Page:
Mary McLaughlin killer finally jailed after 35 years as DNA tech solves mystery

An evil rapist has been jailed for murdering a mum-of-11 35 years ago.

Graham McGill strangled Mary McLaughlin with the chord of her dressing gown at her flat in Scotland in September 1984 after his DNA was found at the crime scene.

McGill, who has repeatedly denied the murder charge, was on temporary release from jail when he killed the 58-year-old. He was back behind bars just hours after the savage attack.

But he was freed from HMP Edinburgh – less than 50 miles away from the Mary's home – within weeks. He had just celebrated his 23rd birthday.

It would take another 35 years before the cold case would be finally solved thanks to advances in DNA profiling technology.

Mary was last seen leaving a chip shop in Dumbarton Road, Glasgow, after being out drinking at pubs on the night of September 26, 1984.

She was found dead in her home on October 2, 1984 – six days after her murder.

The case baffled police in the decades that followed.

That was until new DNA technology was able to match a tiny sample from Mary's dressing gown chord to McGill – something not available when she was killed.

During his murder trial, the court was told how McGill started speaking to Mary and walked her back to her flat in Laurel Street, where she lived alone.

Detectives said McGill was a stranger to the area and to Mary, who was a grandmother and more than double his age at the time.

Prosecutor Alex Prentice QC told the jury: "Mary McLaughlin was someone who was friendly and trusting and I would suggest that ultimately brought about her death."

Once inside the third-floor flat, McGill launched what was described in court as a brutal, sexually-motivated attack.

At the time, McGill, who had been convicted of rape in 1981, was in the final weeks of a six-year sentence, which had been halved due to good behaviour.

As part of a training for freedom programme, he was granted temporary release from HMP Edinburgh on September 21, 1984, according to the BBC.

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Her body was discovered – covered with a green dress which had been put on back-to-front – by her son Martin Cullen's ex-partner.

A post-mortem examination concluded Mary died from strangulation at least five days earlier.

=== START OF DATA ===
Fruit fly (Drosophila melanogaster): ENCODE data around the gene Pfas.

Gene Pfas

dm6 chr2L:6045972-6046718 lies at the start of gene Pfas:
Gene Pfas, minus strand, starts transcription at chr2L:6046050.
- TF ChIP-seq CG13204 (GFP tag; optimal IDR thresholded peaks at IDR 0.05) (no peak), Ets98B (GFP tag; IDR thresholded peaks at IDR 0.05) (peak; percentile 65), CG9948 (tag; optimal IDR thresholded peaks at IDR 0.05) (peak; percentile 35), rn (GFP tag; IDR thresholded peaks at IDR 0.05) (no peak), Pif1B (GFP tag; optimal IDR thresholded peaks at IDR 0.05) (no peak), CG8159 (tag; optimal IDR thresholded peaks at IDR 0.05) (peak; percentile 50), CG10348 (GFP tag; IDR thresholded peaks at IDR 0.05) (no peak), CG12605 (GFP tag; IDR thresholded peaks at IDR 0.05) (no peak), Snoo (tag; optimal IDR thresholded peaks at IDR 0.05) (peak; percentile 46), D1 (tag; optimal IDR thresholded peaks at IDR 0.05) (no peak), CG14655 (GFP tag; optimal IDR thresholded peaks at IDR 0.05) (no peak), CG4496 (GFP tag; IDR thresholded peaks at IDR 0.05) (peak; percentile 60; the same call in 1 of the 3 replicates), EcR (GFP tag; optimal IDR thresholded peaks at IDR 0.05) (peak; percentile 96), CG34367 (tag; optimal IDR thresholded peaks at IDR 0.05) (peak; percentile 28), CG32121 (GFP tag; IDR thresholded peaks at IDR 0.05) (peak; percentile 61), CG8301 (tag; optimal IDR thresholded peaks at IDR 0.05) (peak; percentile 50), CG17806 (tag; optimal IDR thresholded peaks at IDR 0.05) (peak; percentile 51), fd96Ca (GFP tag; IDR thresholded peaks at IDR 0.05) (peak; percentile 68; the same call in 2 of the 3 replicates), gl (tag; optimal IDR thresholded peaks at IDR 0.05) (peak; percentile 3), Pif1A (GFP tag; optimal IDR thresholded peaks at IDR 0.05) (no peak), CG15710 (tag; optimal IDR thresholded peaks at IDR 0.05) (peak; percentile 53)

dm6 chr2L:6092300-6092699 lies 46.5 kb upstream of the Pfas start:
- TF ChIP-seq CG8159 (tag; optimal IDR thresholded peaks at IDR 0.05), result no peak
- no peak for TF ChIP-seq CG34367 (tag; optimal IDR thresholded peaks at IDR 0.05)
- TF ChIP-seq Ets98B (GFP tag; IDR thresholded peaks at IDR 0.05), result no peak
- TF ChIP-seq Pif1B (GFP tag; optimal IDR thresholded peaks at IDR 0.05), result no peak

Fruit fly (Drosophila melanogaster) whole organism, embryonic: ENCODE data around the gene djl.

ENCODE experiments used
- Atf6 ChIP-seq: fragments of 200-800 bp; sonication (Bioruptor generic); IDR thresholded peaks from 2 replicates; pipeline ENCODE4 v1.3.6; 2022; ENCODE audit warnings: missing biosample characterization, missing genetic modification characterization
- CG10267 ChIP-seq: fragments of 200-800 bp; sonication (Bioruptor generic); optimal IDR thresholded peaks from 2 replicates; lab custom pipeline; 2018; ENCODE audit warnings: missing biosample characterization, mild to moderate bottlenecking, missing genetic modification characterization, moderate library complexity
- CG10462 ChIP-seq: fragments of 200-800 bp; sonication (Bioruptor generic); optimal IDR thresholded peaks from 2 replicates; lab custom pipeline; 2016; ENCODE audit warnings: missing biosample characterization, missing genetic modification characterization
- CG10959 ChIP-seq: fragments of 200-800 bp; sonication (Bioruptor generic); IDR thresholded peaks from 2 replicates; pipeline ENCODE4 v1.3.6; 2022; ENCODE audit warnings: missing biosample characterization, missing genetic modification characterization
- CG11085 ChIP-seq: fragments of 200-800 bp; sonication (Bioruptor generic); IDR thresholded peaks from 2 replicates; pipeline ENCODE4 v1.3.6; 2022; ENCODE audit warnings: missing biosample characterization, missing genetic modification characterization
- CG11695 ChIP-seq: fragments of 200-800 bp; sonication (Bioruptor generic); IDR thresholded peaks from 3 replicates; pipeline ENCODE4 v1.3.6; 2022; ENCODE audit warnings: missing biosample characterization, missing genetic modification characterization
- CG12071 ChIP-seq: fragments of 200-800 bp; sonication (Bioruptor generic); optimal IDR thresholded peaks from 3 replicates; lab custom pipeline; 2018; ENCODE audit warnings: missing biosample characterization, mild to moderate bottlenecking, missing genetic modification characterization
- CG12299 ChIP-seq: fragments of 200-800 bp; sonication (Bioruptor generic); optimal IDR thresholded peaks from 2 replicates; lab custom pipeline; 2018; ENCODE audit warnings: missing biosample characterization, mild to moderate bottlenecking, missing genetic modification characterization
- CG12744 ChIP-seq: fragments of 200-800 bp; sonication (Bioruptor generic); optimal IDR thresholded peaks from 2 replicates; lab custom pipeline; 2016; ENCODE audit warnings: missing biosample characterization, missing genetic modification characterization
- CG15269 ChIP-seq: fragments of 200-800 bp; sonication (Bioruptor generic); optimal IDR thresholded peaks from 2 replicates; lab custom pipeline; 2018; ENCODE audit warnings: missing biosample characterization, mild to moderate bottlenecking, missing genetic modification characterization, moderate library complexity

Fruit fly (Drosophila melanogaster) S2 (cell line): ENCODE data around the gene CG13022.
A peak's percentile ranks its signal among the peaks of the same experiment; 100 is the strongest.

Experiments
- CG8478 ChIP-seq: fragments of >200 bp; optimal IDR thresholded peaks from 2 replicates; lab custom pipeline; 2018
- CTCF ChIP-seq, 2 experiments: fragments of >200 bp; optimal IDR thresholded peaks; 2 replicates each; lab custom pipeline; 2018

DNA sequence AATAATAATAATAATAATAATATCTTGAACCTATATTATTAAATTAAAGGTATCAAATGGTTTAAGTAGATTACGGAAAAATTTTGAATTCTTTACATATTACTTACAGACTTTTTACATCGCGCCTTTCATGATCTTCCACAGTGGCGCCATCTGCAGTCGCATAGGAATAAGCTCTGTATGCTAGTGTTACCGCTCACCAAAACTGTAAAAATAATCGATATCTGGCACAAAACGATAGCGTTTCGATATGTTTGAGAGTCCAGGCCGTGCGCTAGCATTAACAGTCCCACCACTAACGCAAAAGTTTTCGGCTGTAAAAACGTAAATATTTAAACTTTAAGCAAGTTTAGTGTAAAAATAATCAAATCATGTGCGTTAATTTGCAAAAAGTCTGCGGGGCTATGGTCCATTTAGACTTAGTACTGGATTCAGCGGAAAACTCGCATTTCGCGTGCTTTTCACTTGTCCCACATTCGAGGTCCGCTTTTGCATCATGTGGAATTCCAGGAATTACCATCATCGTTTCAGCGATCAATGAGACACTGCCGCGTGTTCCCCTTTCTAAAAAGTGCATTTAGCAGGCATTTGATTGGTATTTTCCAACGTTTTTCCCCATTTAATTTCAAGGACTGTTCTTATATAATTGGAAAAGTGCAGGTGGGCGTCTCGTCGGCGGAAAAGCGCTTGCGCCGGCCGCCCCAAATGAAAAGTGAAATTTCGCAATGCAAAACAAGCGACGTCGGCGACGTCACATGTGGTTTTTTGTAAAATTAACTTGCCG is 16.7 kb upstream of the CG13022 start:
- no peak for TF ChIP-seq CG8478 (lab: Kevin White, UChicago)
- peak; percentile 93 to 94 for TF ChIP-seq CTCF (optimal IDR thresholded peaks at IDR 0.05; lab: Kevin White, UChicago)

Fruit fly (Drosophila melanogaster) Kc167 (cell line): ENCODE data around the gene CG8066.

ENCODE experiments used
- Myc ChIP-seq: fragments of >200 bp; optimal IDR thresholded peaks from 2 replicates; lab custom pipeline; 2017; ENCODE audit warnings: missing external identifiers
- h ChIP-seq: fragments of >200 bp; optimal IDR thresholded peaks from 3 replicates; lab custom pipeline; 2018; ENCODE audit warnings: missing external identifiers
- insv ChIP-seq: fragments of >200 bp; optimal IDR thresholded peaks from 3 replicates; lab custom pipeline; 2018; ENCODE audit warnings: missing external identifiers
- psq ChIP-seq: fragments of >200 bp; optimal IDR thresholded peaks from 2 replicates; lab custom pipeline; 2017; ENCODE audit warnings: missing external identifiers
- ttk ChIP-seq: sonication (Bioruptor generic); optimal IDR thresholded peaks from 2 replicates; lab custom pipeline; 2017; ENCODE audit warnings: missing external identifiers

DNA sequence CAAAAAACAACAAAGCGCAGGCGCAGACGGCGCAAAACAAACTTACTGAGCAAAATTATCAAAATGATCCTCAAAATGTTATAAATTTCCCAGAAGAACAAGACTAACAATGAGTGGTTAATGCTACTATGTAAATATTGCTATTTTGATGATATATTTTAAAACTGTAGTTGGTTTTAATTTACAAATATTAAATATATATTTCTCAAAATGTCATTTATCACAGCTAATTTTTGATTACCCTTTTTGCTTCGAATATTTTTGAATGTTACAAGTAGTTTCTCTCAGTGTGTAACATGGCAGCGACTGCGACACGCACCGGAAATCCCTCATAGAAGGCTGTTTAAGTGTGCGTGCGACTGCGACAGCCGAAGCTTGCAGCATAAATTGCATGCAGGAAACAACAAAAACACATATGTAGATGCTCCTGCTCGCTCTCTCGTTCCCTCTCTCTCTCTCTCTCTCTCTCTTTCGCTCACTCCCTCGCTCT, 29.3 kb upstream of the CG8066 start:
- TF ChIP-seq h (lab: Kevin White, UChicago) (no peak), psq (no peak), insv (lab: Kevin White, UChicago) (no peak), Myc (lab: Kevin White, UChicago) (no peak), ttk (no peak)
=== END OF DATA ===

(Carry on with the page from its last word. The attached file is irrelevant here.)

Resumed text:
At the time, detectives had little to work with.

In a pre-internet and surveillance era, there were no witnesses or useable evidence – and there was a poor response from the local community.

But in 2019, after four failed DNA tests, a breakthrough occurred.

New technology was able to match McGill's DNA to that found in a knot tied by the killer on her dressing gown.

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Det Supt Suzanne Chow said McGill was confused when officers finally turned up at his door on 4 December 2019.

She said: "He was quite tight lipped. You could tell he was shell-shocked and he probably wasn't expecting his past to come back and haunt him 35 years later."

Following his conviction last month, the jury was told he had also sentenced to life in 1999 for a brutal assault with intent to ravish and released on licence in 2007.

The 59-year-old was jailed for life yesterday, Tuesday, and ordered to serve a minimum of 14 years in prison.

Judge Lord Burns said McGill had murdered Mary after a "chance encounter", and that he had shown no remorse.

"Hopefully he dies in jail," said Mary's son Martin after the sentence.

Officers now hope the prosecution will now give hope to other families waiting for justice.

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"These cases are not forgotten about," Det Supt Chow said. "Just because they are not resolved at the time doesn't mean that we don't still think about these people who have been victims of crimes and that we don't think about their families."

She added that McGill's conviction also sends out a powerful message to other cold case killers.

"Your past doesn't go away. It will come back and haunt you one day."

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